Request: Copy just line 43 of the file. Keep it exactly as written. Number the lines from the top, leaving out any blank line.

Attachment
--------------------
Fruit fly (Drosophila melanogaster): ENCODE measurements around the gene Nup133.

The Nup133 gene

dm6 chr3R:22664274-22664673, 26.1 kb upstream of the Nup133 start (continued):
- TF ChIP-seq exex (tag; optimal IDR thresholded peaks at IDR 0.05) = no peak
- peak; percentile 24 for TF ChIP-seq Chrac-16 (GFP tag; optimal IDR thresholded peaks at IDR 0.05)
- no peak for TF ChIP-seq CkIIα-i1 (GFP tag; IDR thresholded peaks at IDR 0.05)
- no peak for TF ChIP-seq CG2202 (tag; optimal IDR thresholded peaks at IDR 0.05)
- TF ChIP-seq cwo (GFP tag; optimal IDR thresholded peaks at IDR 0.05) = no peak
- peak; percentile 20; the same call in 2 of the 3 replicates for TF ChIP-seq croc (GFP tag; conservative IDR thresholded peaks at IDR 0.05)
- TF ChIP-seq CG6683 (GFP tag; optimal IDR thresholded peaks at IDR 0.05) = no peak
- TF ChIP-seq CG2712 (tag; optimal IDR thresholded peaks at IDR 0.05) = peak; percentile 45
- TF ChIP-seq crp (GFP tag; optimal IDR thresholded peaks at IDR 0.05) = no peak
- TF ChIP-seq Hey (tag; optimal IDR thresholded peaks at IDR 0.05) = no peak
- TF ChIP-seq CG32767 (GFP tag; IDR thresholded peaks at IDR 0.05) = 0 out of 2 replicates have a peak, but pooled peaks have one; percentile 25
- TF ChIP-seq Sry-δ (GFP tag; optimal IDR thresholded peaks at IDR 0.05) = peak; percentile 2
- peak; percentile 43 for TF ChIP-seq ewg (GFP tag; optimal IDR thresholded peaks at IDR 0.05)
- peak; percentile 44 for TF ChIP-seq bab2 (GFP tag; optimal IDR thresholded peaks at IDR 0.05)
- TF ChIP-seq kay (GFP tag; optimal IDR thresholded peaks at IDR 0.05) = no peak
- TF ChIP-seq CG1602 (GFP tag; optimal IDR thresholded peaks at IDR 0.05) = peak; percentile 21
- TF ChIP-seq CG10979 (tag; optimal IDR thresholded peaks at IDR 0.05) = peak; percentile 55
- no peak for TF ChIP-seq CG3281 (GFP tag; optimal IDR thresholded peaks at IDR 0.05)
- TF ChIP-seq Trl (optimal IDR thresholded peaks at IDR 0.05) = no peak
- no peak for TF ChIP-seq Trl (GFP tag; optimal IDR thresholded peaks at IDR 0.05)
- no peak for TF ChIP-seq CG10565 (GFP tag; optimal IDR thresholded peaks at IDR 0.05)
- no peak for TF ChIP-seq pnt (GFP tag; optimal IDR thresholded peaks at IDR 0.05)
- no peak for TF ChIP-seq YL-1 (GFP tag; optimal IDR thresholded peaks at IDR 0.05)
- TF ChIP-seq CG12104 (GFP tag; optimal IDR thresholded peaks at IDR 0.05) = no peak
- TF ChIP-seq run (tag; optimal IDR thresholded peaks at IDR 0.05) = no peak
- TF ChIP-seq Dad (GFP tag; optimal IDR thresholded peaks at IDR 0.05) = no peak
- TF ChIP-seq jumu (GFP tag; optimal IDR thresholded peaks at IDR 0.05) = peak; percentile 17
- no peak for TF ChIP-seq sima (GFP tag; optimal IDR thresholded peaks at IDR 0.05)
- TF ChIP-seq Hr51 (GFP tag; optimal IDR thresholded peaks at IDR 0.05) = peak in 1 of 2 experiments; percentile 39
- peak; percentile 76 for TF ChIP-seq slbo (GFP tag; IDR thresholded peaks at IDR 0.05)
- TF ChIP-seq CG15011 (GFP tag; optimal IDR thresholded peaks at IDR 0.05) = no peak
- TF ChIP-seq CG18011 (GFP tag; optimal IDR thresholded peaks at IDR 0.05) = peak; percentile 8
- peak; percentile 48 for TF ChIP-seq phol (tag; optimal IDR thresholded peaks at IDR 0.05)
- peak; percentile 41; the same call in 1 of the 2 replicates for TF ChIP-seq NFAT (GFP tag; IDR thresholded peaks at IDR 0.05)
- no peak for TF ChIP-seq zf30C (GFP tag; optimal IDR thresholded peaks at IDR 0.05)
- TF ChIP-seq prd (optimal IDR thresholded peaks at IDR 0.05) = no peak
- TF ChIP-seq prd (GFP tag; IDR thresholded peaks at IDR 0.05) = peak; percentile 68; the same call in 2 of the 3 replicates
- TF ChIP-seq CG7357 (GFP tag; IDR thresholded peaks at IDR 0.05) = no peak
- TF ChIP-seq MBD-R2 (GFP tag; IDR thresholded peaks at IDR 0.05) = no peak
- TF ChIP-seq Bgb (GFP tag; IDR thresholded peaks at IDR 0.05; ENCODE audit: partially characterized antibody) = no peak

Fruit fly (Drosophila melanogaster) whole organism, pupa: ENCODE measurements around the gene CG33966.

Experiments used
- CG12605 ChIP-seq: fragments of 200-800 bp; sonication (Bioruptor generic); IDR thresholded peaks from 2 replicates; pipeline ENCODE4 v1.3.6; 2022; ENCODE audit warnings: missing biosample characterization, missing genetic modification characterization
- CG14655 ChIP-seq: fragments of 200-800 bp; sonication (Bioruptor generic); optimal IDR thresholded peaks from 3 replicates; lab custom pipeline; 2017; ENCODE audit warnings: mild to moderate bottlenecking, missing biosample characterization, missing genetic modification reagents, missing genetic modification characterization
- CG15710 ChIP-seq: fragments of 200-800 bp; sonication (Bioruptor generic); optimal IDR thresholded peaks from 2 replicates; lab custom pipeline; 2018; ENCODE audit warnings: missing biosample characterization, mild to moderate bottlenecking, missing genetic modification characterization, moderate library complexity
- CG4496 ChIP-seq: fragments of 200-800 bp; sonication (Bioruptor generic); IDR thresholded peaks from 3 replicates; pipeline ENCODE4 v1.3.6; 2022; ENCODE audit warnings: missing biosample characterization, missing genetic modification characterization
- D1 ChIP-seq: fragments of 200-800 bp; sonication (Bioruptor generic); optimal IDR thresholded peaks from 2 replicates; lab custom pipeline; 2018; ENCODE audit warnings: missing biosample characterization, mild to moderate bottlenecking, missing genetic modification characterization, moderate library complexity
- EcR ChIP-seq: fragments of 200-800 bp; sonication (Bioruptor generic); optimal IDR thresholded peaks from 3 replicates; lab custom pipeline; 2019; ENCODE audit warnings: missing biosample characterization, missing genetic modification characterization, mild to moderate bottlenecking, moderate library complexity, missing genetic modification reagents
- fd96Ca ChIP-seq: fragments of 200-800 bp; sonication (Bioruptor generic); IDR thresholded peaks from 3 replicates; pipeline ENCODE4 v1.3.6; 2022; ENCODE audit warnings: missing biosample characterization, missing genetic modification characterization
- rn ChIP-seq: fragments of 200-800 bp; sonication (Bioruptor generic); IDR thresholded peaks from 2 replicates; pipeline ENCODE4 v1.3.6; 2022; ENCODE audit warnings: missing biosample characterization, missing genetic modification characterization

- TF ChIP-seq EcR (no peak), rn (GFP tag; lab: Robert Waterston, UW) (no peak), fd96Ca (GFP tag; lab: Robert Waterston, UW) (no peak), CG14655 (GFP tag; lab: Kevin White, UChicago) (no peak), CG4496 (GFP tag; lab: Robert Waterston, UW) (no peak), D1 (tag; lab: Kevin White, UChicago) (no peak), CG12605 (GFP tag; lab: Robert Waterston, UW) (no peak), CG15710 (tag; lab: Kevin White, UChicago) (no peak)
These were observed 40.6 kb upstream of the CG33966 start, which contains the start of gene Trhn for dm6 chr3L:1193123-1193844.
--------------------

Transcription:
- TF ChIP-seq Bgb (GFP tag; IDR thresholded peaks at IDR 0.05; ENCODE audit: partially characterized antibody) = no peak